Economically important traits for beef cattle evaluation discussed below are live weight, dressing percent, muscling, fat thickness, yield grade and quality grade.
Live Weight — Beef cattle have a wider range of market weights compared to other species due to differences in type and maturity. The normal range is 950-1500 pounds with an average weight of 1150 pounds.
Dressing Percent — Reflects the amount of carcass in relation to the animal's live weight. Dressing percent is calculated by using the following formula: (Hot Carcass Wt./Live Animal Wt.)X100=Dressing percent
Dressing percent is affected by the fill, finish, muscling, sex, type and if the animal is pregnant or not. The normal range for steers and heifers is 55-67 percent with an average of 62.
Muscling — Muscling can be estimated visually by a number of traits. A good indication of total carcass muscle is the ribeye. Generally, an average beef steer has approximately 1.1 square inches of ribeye area per 100 pounds live weigh. For example, a 1000 lb. steer should have an 11 sq. inch ribeye. The normal range is 10-18 sq. inches with an average of 12.6 for a 1150 lb steer and 11.6 for a 1150 lb. heifer.
Fat Thickness — The primary estimate of fatness is fat thickness at the 12th rib. It is used to assess total fat on the carcass. The normal range is .15-.8 inches with an average of .5 in.
Yield Grade — Yield grade is an estimate of the percent retail yield of the four primal cuts of beef (chuck, rib, loin and round). It is also known as cutability.
Yield grade identifies the difference in the yield of lean red meat to waste fat based on the following scale:
USDA 1 – Most desirable, trim
USDA 3 – Industry average
USDA 5 – Least desirable, excessively fat
Yield grade is based on the four traits: hot carcass weight, fat thickness at the 12th rib, percent of kidney, heart and pelvic fat, and ribeye area. The following is a three-step method for calculating yield grade:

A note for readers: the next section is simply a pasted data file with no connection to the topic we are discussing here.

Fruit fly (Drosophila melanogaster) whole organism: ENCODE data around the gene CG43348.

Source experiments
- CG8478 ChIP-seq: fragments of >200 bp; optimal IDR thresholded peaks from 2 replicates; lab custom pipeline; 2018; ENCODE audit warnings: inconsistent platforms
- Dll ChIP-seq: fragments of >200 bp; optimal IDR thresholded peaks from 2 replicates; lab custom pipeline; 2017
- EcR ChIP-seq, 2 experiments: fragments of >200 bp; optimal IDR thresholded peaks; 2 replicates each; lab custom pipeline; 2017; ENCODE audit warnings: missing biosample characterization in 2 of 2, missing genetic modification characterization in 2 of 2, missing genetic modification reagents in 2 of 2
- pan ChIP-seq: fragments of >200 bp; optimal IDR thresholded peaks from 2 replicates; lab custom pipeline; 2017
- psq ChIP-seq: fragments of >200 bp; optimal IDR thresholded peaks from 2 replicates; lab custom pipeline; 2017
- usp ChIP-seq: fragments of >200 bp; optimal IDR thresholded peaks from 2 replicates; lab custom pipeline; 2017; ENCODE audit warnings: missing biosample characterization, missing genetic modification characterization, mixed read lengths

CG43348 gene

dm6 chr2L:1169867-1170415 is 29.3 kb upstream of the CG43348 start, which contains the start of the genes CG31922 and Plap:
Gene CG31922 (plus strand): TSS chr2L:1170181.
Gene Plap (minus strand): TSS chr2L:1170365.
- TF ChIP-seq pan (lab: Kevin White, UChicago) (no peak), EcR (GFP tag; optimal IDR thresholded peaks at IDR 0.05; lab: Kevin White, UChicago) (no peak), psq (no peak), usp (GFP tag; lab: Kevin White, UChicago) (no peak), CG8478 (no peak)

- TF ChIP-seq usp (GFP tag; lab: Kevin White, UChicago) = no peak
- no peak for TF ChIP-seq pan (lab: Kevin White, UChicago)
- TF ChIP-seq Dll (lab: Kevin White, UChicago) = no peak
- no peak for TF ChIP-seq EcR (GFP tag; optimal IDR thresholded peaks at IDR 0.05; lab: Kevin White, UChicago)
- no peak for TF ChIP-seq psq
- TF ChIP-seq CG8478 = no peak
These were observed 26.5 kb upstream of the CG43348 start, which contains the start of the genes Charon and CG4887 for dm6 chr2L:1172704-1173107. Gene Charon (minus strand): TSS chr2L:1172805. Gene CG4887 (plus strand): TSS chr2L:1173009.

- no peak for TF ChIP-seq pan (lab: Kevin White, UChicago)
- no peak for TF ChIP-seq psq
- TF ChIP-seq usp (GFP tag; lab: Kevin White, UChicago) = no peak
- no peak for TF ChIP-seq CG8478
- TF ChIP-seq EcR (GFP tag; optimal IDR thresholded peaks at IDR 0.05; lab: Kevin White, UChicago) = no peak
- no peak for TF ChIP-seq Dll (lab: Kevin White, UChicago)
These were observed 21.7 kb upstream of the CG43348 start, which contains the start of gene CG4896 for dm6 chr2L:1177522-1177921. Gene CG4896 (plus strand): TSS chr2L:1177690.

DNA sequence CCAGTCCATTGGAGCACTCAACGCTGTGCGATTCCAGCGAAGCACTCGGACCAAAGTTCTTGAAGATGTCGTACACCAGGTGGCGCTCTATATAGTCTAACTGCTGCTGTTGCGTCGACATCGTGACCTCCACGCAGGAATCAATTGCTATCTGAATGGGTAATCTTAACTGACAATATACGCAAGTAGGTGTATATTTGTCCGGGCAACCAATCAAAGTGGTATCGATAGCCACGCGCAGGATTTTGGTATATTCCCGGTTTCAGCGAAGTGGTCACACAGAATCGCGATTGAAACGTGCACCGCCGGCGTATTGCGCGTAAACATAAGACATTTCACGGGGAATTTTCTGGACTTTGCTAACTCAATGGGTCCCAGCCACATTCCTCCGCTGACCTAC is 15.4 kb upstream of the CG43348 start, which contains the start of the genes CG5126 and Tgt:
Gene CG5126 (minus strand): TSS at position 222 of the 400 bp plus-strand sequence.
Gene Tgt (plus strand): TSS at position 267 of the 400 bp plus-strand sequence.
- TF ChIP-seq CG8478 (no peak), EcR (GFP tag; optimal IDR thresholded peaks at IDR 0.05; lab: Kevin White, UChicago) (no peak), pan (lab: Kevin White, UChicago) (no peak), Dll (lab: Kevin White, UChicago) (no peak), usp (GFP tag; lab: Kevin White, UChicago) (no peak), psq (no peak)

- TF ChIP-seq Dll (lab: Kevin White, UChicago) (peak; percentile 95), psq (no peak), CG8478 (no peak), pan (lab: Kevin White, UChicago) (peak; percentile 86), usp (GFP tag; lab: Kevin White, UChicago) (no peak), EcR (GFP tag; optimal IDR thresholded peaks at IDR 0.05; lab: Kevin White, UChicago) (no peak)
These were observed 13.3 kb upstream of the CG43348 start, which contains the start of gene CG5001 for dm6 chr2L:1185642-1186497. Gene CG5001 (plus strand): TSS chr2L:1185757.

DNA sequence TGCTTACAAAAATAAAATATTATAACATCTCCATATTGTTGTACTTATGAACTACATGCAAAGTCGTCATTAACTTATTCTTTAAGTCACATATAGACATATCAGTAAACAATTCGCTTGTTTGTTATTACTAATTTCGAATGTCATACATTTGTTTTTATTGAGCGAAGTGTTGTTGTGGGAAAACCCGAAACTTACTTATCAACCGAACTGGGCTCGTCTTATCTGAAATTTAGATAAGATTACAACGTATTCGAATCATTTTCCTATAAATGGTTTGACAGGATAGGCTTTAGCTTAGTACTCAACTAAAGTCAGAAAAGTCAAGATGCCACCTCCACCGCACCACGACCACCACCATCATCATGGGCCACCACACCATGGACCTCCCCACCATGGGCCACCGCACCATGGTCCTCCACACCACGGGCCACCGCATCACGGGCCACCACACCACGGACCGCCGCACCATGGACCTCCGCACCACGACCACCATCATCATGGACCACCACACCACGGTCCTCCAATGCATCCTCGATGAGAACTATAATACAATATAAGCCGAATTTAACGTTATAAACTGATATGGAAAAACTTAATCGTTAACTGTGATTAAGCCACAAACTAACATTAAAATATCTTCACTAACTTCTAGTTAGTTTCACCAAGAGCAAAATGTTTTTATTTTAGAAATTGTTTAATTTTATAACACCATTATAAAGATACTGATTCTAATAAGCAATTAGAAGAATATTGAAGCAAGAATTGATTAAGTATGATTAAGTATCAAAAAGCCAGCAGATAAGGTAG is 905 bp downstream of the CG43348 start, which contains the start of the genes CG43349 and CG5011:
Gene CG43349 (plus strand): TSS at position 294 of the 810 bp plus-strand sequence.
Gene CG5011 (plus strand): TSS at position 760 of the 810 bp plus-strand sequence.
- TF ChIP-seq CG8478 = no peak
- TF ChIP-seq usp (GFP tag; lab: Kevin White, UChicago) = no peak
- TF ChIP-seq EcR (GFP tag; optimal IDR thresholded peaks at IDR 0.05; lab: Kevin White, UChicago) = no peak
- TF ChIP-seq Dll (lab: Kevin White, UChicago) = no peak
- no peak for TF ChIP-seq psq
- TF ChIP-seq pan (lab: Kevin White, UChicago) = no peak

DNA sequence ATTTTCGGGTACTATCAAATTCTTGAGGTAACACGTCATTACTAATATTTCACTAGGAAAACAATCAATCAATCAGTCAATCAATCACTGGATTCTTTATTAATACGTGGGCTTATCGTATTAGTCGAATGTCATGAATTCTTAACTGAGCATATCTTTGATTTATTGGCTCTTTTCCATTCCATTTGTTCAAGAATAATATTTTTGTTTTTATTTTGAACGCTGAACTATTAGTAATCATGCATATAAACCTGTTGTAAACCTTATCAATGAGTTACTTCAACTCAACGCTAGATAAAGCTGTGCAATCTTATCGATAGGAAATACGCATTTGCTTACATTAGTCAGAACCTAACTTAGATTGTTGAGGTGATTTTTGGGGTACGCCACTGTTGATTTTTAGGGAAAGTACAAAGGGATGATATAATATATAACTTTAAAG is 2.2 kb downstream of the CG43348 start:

|Thickness of Fat Over Ribeye, in.||Preliminary Yield Grade|
|Carcass Weight (lb.)||Required Ribeye Area|
Adjust the preliminary yield grade by 0.3 for every square inch change in ribeye from the size given for a particular carcass weight. If you estimate an animal to be above average in muscling, the adjustment is subtracted from preliminary yield grade; if below average then the adjustment is added. PYG Adj.=(Required REA-Actual REA) x 0.3
Ribeye Area=14.5 sq. in.
Live Weight=1130 lb., dressing percent is estimated at 62%
Carcass Weight=700 lb.
Percent Internal Fat=2.5 percent
Preliminary Yield Grade=2.5
Adjustment for REA=-.7
Final Yield Grade=1.6
Quality Grade — Quality is important in meat products to insure customer satisfaction. Quality can be identified as those factors that affect the palatability of tastefulness, flavor, and juiciness of the meat. Quality grading on beef carcasses is determined by two subjectively scored factors in all cases where color, texture, and firmness of lean are normal.
Maturity — The physiological age of the carcass. Maturity is important since the tenderness of lean muscle decreases as the animal advances in age. It is measured by the degree of ossification of the vertebrae.
|Approximate Age (months)||9-30||31-42||43-72||73-96||>96|
|Classification||Young Cattle||Mature Cattle|
Marbling — The amount of fat within the muscle is known as marbling or intramuscular fat. The marbling is scored in the ribeye muscle at the 12th rib. There are nine degrees of marbling and they are listed from the least amount to the highest.
Maturity and marbling are evaluated and combined to determine the final quality grade. These eight quality grades of beef are shown below
Live animal evaluation is an important tool with which all students in animal agriculture should be familiar. Livestock procedures and breeders evaluate livestock for the correct time to market their animals, and order buyers and packers evaluate livestock for correctness of condition and red meat yield. The ability to effectively identify animals that meet the needs of the marketplace is an everyday occurrence for many people in animal agriculture.For more information
Economically important traits for sheep evaluation that will be discussed are live weight, dressing percent, fatness, muscling, yield grade and quality grade.For more information
The economically important carcass and live traits in swine are live weight, dressing percent, fatness, carcass length, muscling, USDA grade and percent muscle.For more information
Employers have continuously sought out members of livestock judging teams because of the attributes they develop while participating on the judging team, such as the ability to make decisions, think quickly and aggressively, work under pressure, and communicate effectively.For more information